Analysis & automatic classification of nuclear magnetic resonance signals
Ojo, Catherine A.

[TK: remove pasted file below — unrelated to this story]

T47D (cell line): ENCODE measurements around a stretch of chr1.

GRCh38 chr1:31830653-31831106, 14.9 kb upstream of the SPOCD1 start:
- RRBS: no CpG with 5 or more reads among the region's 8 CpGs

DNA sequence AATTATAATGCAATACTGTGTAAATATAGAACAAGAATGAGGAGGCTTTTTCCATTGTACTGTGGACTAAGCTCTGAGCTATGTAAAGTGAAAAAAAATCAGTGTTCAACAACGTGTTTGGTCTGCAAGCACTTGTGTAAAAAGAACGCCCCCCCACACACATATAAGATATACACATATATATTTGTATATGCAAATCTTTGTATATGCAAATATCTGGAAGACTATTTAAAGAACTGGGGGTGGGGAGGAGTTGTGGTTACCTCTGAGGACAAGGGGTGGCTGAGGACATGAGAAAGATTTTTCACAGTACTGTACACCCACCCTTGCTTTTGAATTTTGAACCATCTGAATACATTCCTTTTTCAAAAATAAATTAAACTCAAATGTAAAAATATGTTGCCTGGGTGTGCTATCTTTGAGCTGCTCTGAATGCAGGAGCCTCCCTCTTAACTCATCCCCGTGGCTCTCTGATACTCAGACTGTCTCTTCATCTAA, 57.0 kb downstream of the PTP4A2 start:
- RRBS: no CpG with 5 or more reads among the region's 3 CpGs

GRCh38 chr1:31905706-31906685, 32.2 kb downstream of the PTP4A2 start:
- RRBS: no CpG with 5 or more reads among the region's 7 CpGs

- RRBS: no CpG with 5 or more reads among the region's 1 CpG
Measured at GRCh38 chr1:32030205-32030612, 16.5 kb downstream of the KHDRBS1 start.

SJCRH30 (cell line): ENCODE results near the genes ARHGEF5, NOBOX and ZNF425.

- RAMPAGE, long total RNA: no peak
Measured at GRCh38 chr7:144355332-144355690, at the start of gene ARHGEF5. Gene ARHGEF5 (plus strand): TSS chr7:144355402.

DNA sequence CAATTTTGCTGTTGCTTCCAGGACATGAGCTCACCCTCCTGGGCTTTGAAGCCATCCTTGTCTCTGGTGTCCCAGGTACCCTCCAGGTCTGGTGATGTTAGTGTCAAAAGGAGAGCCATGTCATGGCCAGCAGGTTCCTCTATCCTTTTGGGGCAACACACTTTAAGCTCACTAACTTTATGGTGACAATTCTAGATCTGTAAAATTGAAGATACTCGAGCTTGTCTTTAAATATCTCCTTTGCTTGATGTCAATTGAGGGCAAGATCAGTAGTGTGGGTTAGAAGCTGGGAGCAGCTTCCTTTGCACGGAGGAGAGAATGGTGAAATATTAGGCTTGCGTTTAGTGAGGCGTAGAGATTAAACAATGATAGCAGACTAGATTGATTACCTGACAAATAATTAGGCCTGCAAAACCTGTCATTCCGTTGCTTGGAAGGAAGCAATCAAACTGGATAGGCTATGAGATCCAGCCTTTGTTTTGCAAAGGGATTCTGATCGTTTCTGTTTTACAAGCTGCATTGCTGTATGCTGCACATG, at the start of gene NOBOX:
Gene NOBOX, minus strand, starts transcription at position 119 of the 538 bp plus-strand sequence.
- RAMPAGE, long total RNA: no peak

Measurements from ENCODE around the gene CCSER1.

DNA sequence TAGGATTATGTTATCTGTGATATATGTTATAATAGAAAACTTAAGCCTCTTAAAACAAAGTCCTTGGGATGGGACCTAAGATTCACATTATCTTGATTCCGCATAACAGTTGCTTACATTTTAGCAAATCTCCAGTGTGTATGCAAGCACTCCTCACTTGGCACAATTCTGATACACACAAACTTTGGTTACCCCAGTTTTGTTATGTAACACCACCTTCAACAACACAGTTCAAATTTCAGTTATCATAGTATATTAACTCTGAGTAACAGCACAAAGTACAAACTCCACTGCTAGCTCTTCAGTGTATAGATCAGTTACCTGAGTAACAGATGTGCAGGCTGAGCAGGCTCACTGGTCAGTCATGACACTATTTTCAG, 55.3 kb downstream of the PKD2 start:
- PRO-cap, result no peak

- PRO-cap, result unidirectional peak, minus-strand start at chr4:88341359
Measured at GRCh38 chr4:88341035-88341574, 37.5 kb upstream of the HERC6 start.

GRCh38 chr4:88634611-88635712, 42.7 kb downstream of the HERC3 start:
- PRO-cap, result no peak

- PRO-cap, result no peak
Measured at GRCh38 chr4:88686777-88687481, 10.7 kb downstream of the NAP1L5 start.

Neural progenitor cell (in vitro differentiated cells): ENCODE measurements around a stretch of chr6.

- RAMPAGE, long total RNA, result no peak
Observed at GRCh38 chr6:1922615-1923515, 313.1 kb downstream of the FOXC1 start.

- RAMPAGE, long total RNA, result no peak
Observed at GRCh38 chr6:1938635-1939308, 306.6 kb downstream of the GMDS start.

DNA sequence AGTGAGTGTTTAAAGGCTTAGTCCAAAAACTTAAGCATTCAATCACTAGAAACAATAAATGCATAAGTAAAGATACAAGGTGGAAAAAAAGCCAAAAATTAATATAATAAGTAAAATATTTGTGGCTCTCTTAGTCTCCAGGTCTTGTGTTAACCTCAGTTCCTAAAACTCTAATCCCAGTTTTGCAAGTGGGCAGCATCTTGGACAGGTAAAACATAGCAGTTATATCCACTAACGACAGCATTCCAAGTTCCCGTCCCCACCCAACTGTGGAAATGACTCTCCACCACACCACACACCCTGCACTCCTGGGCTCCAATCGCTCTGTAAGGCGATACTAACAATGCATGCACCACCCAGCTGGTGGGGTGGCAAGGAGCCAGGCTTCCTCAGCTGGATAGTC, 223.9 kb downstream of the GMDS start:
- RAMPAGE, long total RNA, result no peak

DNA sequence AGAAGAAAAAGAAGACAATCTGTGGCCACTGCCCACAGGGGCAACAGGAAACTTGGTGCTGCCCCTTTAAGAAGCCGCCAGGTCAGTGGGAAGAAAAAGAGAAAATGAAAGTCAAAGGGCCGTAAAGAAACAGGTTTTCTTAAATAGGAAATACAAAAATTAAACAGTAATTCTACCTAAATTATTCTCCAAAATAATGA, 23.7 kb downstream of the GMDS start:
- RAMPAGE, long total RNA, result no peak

The human brain consists of a myriad of chemical compounds critical to its functioning. A group of these compounds, collectively known as metabolites, have been a research interest for years because the pathogenesis of neurodegenerative diseases, a tumours classification, the effectiveness of a drug, etc., can be investigated via variations in brain metabolite concentration levels. Nuclear Magnetic Resonance Spectroscopy (NMRS) enables investigators to conduct non-invasive in vivo studies of metabolites in the human brain and the rest of the body. However a number of problems have hindered the usage of NMRS as a clinical diagnostic tool. One is the non-uniqueness of the most widely used analysis methods, i.e. as the parameters and/or prior knowledge data of an analysis method are changed, the results also change. A second problem is the lack of a method that can automatically classify the signal components estimated via signal decomposition based signal analysis methods. Additionally, some of the most widely used analysis methods, by virtue of their algorithms, intrinsically assume the nature of NMRS signals, e.g. stationary, linear, Lorentzian, etc. Hence, this thesis explores a new analysis approach, based on a theoretical and practical understanding of NMRS, that (a) avoids making assumptions about the nature of experimentally acquired NMRS signals, (b) relies on a unique decomposition analysis method, and (c) automatically classifies the estimated peaks of an analysis. Unique decomposition analysis was conducted via the rarely used unique and non-linear signal decomposition method − the Fast Pad´e Transform (FPT). The FPT is compared with the main decomposition based NMRS analysis methods via a detailed mathematical analysis, and a comparative analysis. Automatic classification was conducted via a novel classification method, which is introduced herein, and which is based on quantum mechanical predictions of metabolite NMRS behaviour.